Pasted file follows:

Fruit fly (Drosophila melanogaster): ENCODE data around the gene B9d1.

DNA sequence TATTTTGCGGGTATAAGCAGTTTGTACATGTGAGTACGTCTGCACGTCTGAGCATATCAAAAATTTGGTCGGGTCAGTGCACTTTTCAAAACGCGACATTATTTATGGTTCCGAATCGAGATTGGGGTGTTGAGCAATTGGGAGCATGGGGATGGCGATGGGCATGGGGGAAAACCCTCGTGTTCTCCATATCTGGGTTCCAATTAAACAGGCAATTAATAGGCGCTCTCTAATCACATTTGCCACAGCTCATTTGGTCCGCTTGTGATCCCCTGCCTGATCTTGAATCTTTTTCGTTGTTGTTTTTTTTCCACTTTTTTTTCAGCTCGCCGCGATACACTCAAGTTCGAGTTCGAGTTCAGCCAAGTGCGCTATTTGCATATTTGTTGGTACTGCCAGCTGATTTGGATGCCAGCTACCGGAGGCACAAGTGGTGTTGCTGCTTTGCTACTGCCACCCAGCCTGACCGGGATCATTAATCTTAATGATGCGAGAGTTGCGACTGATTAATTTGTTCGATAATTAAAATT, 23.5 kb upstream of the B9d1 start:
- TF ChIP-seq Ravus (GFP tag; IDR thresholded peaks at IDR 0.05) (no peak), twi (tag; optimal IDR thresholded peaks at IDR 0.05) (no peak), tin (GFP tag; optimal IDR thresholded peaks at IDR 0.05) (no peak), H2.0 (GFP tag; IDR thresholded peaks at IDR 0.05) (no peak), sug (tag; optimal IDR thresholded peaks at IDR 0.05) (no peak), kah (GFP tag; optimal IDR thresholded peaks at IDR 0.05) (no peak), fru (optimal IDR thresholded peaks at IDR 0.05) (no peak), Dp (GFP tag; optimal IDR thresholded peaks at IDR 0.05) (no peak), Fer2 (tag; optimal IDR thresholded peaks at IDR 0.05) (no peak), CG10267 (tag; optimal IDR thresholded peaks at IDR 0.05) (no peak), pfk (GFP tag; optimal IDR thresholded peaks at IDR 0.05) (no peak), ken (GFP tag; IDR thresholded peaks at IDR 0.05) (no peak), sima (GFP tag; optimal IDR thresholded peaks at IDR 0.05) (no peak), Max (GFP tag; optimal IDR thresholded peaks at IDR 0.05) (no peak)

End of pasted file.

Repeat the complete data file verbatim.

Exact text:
Fruit fly (Drosophila melanogaster): ENCODE data around the gene B9d1.

DNA sequence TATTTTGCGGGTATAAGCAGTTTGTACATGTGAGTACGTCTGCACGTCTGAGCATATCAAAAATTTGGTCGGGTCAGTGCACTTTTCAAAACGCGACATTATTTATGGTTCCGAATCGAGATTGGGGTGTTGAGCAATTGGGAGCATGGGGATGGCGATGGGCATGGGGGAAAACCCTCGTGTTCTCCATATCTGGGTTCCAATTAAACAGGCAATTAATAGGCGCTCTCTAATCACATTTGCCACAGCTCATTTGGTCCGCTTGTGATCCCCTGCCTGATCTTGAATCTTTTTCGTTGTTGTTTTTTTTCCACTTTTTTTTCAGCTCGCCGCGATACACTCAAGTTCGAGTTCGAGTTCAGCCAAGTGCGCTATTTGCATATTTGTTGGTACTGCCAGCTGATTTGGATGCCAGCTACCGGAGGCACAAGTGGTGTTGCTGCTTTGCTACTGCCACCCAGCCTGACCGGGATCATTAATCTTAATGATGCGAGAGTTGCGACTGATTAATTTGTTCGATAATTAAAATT, 23.5 kb upstream of the B9d1 start:
- TF ChIP-seq Ravus (GFP tag; IDR thresholded peaks at IDR 0.05) (no peak), twi (tag; optimal IDR thresholded peaks at IDR 0.05) (no peak), tin (GFP tag; optimal IDR thresholded peaks at IDR 0.05) (no peak), H2.0 (GFP tag; IDR thresholded peaks at IDR 0.05) (no peak), sug (tag; optimal IDR thresholded peaks at IDR 0.05) (no peak), kah (GFP tag; optimal IDR thresholded peaks at IDR 0.05) (no peak), fru (optimal IDR thresholded peaks at IDR 0.05) (no peak), Dp (GFP tag; optimal IDR thresholded peaks at IDR 0.05) (no peak), Fer2 (tag; optimal IDR thresholded peaks at IDR 0.05) (no peak), CG10267 (tag; optimal IDR thresholded peaks at IDR 0.05) (no peak), pfk (GFP tag; optimal IDR thresholded peaks at IDR 0.05) (no peak), ken (GFP tag; IDR thresholded peaks at IDR 0.05) (no peak), sima (GFP tag; optimal IDR thresholded peaks at IDR 0.05) (no peak), Max (GFP tag; optimal IDR thresholded peaks at IDR 0.05) (no peak)